Bladder infections, also called UTIs or urinary tract infections, are something that just about everyone has experienced at least once. But they can be incredibly upsetting and problematic for your senior. One reason for this is that the symptoms are different for older adults, including signs such as confusion and argumentative behaviors.
Have a Conversation with Her Doctor
Your senior may have some bigger risk factors for urinary tract infections than you realize. Talking with her doctor can help you to determine whether those factors are an issue for your senior and how you can cope with them. Her doctor can also help you to do things like narrow down how much fluid she should be drinking on a daily basis.
Bump up Your Senior’s Fluid Intake
Odds are very high that your elderly family member isn’t drinking enough fluid, much less water. Increasing her fluid intake can be incredibly helpful because it flushes out her kidneys and her bladder. If she’s not drinking enough water, bacteria can build up in her bladder and her kidneys, creating big problems in that entire system.
Put Together a Bathroom Schedule
Something else that can help is to have a regular bathroom schedule. This actually coordinates well with increasing your senior’s fluid intake because she’s going to need to go more often. When your senior uses a bathroom schedule, it helps to keep her urinary tract flushed and she may be able to avoid trapping bacteria in her urinary tract. Holding her urine for too long causes irritation, which can make her bladder more susceptible to that bacteria.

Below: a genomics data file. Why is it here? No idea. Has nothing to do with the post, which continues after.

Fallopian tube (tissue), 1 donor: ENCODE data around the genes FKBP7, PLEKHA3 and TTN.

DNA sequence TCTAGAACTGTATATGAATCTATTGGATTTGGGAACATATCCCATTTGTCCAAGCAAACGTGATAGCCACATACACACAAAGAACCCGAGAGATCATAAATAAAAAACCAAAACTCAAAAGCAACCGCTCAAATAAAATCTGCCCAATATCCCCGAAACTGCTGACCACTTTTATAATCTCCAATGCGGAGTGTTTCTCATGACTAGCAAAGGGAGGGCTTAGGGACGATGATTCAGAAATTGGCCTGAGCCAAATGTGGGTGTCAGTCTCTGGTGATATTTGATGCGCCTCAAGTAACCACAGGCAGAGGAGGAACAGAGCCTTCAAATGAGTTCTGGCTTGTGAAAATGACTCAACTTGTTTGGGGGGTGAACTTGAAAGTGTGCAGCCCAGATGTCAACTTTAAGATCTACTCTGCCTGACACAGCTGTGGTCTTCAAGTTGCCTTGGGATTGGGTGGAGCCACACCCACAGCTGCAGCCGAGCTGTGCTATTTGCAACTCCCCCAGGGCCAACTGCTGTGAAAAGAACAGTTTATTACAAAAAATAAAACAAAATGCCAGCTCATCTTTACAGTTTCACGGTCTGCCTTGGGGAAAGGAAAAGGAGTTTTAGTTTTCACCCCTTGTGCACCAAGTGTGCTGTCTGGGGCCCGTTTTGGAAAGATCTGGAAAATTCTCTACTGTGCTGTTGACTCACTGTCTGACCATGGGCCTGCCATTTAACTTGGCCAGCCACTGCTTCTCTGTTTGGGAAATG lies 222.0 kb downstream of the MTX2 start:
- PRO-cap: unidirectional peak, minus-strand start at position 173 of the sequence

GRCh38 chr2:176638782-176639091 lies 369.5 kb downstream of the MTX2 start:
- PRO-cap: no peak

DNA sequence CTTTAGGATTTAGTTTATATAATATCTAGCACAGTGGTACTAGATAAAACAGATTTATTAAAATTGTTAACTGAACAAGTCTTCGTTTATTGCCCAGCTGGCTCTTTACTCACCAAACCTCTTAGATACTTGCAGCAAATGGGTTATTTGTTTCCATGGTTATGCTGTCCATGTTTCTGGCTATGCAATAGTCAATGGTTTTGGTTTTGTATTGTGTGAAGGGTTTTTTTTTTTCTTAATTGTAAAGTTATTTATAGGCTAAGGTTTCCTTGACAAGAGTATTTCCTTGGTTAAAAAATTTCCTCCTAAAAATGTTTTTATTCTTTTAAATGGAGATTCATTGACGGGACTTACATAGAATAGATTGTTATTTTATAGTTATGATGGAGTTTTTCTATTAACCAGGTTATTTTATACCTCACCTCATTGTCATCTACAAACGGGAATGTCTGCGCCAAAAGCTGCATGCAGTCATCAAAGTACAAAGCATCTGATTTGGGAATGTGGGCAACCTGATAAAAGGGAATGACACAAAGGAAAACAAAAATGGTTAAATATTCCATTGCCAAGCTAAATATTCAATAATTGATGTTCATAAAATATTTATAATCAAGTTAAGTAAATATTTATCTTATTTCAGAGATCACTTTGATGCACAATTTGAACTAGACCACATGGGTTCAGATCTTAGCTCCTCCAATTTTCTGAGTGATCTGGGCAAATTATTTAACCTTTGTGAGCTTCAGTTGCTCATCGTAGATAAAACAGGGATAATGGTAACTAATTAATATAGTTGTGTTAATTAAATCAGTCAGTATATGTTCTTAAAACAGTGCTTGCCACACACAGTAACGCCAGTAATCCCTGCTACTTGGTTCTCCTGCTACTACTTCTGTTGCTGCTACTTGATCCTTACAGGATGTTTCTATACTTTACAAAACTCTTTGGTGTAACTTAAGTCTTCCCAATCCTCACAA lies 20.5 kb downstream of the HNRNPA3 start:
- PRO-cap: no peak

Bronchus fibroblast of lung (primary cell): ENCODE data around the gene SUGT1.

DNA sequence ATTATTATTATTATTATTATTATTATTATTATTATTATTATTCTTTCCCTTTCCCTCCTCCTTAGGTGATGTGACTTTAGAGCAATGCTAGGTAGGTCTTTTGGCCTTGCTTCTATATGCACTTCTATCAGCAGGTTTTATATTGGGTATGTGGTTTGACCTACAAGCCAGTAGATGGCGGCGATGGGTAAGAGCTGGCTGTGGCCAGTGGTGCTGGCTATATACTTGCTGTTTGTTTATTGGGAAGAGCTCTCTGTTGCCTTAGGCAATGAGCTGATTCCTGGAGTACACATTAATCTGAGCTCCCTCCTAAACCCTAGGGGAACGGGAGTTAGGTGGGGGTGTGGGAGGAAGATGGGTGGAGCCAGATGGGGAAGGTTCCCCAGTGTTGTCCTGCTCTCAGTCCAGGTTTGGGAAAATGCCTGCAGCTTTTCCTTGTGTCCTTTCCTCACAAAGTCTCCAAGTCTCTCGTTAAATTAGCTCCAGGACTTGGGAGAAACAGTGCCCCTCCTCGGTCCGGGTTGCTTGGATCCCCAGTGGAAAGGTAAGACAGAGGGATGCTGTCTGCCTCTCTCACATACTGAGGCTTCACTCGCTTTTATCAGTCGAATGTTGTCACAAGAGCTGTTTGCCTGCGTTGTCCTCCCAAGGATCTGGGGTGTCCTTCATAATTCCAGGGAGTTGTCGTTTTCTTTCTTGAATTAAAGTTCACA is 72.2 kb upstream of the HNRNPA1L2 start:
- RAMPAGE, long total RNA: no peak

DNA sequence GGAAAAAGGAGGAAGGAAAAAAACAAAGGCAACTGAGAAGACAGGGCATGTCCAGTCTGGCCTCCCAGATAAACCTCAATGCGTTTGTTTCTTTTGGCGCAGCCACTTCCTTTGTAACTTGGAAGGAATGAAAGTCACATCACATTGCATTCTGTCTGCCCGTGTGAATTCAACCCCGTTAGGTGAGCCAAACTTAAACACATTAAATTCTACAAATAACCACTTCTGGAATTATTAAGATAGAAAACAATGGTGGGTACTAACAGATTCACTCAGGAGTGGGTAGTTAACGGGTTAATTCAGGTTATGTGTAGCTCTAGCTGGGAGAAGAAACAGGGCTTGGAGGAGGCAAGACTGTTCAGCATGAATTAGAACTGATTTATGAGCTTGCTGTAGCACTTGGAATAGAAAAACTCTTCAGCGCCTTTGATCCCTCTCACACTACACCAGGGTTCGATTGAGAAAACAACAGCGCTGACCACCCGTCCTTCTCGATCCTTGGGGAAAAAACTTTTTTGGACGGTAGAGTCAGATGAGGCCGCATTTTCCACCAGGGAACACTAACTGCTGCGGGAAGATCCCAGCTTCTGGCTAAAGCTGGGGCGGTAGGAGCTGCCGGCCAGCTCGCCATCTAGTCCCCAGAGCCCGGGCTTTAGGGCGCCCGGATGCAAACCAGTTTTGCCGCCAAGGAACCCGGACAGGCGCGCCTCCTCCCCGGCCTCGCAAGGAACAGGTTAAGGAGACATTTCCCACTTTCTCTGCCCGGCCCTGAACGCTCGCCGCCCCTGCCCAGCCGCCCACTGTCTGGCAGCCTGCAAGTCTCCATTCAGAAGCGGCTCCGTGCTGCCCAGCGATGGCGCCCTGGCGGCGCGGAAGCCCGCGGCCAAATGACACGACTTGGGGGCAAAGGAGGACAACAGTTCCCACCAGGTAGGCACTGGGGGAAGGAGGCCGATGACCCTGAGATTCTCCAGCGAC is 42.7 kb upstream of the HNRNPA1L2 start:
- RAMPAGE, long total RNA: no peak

Get Some Extra Help on Board
All of this can feel like a lot for both you and your senior. It can help to have some extra hands, particularly from elder care providers. They can help to make sure that your senior is getting plenty of fluids, even when you’re not there with her. They can also help her to stick with her bathroom schedule, which could be a key component of the whole plan. Elder care providers are also experienced in spotting the unusual symptoms of a UTI in an older adult. They can help you to get your senior to the doctor faster than you might have realized was necessary.
Your elderly family member might not have had a lot of bladder infections in the past but that can change quickly. It’s a good idea to make sure she’s drinking plenty of fluids and using the restroom often even if she’s not experiencing more frequent UTIs.
If you or an aging loved one is considering elder care in Brunswick, ME, please contact the caring staff at CareTree Healthcare today. Call today! 207-899-0774.
The story behind CareTree is one of empathy, caring and compassion. Every team member, from our key office staff to our network of caregivers, has experienced first hand the frustration, confusion, and helplessness that families go through when watching a loved one lose independence and pride with aging. Everyone on our team is here to make a difference in the lives of families throughout Maine, ensuring you never have to experience those same feelings and always feel that you are part of the CareTree family.
Latest posts by Mary Fowler (see all)
- Where Can Elderly Care Take Your Parent? - January 23, 2020
- Four Ways to Help Your Senior Interact More with Others - January 9, 2020
- Is It a Cold or the Flu? Know the Differences - December 20, 2019